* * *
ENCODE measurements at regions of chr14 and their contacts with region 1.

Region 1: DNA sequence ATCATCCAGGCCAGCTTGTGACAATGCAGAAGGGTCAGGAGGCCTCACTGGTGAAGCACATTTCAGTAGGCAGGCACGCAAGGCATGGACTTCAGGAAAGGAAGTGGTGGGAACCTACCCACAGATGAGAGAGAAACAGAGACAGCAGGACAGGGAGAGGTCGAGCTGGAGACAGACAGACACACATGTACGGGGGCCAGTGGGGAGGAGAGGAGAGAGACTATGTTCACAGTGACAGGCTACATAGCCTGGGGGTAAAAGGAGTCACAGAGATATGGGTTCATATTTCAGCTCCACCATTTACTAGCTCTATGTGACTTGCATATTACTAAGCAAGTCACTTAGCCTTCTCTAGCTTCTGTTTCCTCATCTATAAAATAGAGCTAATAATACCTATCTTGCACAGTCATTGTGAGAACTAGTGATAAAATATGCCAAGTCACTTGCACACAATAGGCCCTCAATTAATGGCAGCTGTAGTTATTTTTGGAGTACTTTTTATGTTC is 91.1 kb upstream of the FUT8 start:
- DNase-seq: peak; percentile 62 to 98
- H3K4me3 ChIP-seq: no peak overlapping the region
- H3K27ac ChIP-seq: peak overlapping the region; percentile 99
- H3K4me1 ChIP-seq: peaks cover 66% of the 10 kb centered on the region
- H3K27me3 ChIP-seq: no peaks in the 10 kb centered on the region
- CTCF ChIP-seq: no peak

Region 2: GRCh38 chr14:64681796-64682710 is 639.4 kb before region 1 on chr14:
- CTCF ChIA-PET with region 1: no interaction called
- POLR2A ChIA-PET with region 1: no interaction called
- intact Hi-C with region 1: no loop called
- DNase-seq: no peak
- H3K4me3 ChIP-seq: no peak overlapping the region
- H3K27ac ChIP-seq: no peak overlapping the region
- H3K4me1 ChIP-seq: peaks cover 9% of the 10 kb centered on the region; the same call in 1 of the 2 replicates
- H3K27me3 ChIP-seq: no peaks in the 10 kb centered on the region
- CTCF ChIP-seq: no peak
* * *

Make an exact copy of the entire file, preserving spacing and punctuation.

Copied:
ENCODE measurements at regions of chr14 and their contacts with region 1.

Region 1: DNA sequence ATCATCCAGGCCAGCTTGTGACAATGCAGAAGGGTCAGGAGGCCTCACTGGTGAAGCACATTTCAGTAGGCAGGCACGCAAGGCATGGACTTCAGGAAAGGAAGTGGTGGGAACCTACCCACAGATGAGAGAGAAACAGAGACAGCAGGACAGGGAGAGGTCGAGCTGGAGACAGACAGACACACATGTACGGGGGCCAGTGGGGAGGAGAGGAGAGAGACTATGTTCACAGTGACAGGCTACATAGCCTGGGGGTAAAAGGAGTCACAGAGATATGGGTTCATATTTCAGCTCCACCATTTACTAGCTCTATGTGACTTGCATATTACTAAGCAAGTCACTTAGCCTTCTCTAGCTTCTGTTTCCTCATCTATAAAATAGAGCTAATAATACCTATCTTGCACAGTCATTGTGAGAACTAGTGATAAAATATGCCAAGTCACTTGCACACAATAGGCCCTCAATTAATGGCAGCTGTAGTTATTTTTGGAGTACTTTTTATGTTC is 91.1 kb upstream of the FUT8 start:
- DNase-seq: peak; percentile 62 to 98
- H3K4me3 ChIP-seq: no peak overlapping the region
- H3K27ac ChIP-seq: peak overlapping the region; percentile 99
- H3K4me1 ChIP-seq: peaks cover 66% of the 10 kb centered on the region
- H3K27me3 ChIP-seq: no peaks in the 10 kb centered on the region
- CTCF ChIP-seq: no peak

Region 2: GRCh38 chr14:64681796-64682710 is 639.4 kb before region 1 on chr14:
- CTCF ChIA-PET with region 1: no interaction called
- POLR2A ChIA-PET with region 1: no interaction called
- intact Hi-C with region 1: no loop called
- DNase-seq: no peak
- H3K4me3 ChIP-seq: no peak overlapping the region
- H3K27ac ChIP-seq: no peak overlapping the region
- H3K4me1 ChIP-seq: peaks cover 9% of the 10 kb centered on the region; the same call in 1 of the 2 replicates
- H3K27me3 ChIP-seq: no peaks in the 10 kb centered on the region
- CTCF ChIP-seq: no peak